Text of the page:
Downsizers benefit from the boom in the real estate market

The idea of ​​”downsizing” isn’t one that many people enjoy, especially when it comes to saying goodbye to a beloved family home. For many, the problem is what it represents: that you don’t need as much and are entering your twilight years.

Add to that a global pandemic — and the attendant health and financial worries — and you’ll see why many retired or near-retirees have stayed put. But recently, things have changed: research by real estate agency Hamptons showed that 181,100 people moved to a smaller or cheaper property in 2021, the highest number since 2016.

In particular, people with large family homes in suburban or rural areas that have become increasingly sought after have found a good time to sell, said Andrew Perratt of real estate agency Savills.

“In previous years, people were afraid to put their pride and joy on the market and it wouldn’t sell,” he said. “Now some owners know it will sell out pretty quickly and they’ll get a good price.”

Size Matters

Increasingly, a property for later does not mean an apartment. Hamptons found that the number of downsizer buyers switching from a house to an apartment has steadily declined over the past decade, from 43.5% in 2012 to 30.4% last year.

The Covid experience has made it even more important to have enough space, said Jennie Hancock of buying agency Property Acquisitions. “The various lockdowns have scared downsizers of being trapped between four walls for an extended period of time.”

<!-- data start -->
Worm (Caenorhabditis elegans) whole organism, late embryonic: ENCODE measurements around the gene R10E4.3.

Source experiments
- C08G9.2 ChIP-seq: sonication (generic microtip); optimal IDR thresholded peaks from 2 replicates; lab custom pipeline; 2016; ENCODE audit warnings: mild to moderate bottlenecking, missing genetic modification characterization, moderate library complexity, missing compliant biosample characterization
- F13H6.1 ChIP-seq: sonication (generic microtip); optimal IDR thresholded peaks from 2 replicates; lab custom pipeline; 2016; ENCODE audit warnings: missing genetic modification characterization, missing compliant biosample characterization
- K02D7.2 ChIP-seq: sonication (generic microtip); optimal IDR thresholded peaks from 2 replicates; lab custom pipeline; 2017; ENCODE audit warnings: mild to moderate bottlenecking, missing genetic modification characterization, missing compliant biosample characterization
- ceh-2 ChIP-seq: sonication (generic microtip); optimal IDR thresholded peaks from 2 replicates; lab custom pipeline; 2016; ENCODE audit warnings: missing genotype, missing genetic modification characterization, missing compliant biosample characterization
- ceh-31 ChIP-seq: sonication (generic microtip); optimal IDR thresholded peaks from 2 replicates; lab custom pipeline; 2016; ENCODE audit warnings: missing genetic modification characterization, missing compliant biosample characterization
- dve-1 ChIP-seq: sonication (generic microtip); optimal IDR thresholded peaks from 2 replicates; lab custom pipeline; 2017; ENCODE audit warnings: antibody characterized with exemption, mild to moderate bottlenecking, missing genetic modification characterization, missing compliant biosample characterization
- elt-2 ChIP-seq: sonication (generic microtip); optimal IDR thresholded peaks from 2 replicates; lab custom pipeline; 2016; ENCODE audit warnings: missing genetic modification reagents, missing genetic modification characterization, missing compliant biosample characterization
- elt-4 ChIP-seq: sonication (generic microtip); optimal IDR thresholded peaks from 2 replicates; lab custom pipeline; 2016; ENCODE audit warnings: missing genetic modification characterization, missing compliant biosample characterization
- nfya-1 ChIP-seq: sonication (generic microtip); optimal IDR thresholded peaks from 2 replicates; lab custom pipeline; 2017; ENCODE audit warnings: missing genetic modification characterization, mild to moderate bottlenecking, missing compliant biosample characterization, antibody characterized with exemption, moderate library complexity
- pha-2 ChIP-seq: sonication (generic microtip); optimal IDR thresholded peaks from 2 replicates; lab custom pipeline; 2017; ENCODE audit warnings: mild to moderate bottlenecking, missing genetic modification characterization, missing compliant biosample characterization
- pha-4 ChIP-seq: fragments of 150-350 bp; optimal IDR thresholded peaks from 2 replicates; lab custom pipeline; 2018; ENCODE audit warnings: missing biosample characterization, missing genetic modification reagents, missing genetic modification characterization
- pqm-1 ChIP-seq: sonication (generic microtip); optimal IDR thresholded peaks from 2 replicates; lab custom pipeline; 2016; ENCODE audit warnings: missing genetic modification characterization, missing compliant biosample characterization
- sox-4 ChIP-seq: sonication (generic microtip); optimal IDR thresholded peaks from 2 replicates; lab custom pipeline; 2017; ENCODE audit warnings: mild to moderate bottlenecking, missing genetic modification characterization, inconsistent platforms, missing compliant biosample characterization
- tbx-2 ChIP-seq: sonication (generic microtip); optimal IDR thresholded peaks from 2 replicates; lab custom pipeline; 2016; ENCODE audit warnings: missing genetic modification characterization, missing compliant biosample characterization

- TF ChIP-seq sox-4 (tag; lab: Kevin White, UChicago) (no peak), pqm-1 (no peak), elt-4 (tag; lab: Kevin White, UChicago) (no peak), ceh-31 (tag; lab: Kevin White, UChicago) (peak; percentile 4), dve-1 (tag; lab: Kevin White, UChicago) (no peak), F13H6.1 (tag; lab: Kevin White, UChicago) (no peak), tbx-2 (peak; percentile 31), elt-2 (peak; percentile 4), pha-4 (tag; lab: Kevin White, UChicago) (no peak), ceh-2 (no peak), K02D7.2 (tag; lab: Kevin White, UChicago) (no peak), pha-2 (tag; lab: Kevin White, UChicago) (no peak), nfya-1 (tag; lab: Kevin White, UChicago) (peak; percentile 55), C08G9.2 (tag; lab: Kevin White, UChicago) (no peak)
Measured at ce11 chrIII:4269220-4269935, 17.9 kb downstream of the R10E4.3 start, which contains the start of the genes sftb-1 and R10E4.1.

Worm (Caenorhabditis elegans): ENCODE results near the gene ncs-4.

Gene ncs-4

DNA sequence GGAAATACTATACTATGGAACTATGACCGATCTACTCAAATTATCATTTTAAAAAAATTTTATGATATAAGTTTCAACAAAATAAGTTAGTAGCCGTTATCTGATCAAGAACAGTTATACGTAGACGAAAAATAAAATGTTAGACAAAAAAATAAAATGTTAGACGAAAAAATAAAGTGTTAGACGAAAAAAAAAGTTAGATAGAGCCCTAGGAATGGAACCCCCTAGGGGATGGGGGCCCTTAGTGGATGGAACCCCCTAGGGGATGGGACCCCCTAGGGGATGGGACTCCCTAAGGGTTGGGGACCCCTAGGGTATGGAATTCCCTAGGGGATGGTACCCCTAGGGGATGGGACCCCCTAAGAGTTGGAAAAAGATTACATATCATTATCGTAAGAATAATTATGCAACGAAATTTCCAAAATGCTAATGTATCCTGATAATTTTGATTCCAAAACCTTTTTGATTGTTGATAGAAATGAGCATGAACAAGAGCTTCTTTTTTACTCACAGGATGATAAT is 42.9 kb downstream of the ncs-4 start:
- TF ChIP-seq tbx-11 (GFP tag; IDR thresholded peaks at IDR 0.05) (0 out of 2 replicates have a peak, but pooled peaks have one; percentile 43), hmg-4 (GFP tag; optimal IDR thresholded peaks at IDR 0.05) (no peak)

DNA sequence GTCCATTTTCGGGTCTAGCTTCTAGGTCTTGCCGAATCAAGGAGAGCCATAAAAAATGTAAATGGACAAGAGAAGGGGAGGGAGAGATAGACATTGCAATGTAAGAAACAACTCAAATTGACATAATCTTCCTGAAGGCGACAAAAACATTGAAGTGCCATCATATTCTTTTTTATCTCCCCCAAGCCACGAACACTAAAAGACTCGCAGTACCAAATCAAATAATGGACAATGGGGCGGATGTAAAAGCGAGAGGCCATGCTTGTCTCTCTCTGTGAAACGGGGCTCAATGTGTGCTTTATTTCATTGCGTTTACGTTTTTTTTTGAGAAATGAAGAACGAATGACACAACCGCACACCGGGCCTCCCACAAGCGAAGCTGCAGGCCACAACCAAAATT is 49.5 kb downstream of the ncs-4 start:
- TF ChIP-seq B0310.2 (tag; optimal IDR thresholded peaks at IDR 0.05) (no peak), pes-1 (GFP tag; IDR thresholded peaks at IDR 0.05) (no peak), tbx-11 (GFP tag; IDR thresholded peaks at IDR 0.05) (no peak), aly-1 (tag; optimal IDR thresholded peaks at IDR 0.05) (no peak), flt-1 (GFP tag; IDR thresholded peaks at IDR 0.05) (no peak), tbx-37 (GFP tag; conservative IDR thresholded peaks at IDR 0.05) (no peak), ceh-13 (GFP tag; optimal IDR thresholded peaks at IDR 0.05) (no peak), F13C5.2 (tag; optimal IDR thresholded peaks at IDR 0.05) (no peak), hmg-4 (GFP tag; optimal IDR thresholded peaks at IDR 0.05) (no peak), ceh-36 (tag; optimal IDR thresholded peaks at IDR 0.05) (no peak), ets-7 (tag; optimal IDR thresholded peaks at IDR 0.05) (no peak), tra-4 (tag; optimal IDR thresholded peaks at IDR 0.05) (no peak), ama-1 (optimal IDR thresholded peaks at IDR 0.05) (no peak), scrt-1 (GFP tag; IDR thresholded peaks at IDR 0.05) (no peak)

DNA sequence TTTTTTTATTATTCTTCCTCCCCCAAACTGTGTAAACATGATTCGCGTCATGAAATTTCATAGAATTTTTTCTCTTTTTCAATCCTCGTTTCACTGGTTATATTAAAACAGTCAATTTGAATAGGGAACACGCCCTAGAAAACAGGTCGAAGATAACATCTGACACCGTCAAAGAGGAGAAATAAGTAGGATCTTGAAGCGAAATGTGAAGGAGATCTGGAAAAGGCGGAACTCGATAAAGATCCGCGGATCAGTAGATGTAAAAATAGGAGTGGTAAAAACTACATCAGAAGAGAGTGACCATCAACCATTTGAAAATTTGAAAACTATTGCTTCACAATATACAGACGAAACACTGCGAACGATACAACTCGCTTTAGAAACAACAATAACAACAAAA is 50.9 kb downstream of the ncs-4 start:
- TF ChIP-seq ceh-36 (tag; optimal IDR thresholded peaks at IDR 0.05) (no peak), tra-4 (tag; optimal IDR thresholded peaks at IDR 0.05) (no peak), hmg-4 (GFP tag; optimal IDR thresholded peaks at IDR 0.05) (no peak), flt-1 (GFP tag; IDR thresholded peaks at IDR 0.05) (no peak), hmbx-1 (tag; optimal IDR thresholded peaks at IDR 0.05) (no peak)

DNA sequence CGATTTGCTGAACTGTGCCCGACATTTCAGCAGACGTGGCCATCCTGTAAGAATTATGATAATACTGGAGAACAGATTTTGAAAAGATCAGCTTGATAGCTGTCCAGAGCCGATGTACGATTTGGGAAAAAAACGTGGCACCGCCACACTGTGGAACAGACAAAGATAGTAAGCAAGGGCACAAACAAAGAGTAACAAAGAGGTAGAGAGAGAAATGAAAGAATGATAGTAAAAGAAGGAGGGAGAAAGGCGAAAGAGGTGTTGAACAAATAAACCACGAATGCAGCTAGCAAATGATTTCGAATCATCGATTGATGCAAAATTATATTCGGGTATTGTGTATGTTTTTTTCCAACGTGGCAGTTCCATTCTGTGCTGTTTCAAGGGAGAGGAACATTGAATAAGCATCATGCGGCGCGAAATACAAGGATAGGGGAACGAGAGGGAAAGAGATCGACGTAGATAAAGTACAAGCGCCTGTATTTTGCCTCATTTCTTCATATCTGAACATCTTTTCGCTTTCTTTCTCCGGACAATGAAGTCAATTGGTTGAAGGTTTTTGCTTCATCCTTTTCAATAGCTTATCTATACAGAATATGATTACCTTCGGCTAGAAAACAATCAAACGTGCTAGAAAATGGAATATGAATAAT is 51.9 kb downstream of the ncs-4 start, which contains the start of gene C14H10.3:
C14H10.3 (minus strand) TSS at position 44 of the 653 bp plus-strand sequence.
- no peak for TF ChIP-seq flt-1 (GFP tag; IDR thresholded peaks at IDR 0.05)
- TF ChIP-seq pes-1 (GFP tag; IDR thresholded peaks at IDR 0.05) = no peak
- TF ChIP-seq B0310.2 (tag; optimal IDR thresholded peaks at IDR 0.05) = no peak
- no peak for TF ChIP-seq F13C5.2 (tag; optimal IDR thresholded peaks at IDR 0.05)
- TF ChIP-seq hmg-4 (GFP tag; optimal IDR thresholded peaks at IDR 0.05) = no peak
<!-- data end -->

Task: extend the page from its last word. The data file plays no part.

Older generations collectively own staggering amounts of real estate wealth — those over 50 hold 75.5% of all homeowner equity in the housing market, according to Savills. So instead of downsizing, many are supposedly “smart”: buying a property with enough room for hobbies and part-time jobs.

Lynne Thomas, 52, took advantage of the strong market in the seaside town of Whitstable, Kent, to sell her four-bedroom house there – it was offered in a day – and buy a four bedroom semi-detached house in Perry Court by David Wilson Homes near Faversham, mortgage free.

Having space was crucial for Ms Thomas as she needed a study for her work as a tutor and a bedroom each for her two sons, Sam, 21, and William, 19.

Some wealthy downsizers are even going against the grain and taking properties with much larger gardens, said James Davies of buying agency The Buying Solution. “A client looking in West Sussex wants at least three acres, so she can put up cricket nets and a tennis court for her grandsons.”

Family ties

According to Alexis Northam of estate agency Myddelton & Major, memories of travel restrictions, long separations and childcare issues during lockdowns mean a huge downsizing driver over the past year was to get closer to his loved ones. “Just as powerful as the race for space was the race for closeness to grandchildren,” she said.

Joanna Saelensminde has moved from a detached three-bedroom townhouse in Bognor Regis, West Sussex, to a one-bedroom flat in the market town of Midhurst where her son, daughter-in-law and grandsons live.

Ms Saelensminde, 79, can now walk from her flat in the Dundee House development near Lilyford to Sainsbury’s, cafes, antique shops and see family whenever she wants.

Families are even moving en masse to be together. The Patels moved last summer from Cumbria to Warfield, Berkshire. Jeff and Lata Patel, both 68, bought a four-bedroom house in the Orchids Place development near Redrow, one block from their daughter Hazleen, 36, and her daughter, Siya.

Penny D. Jackson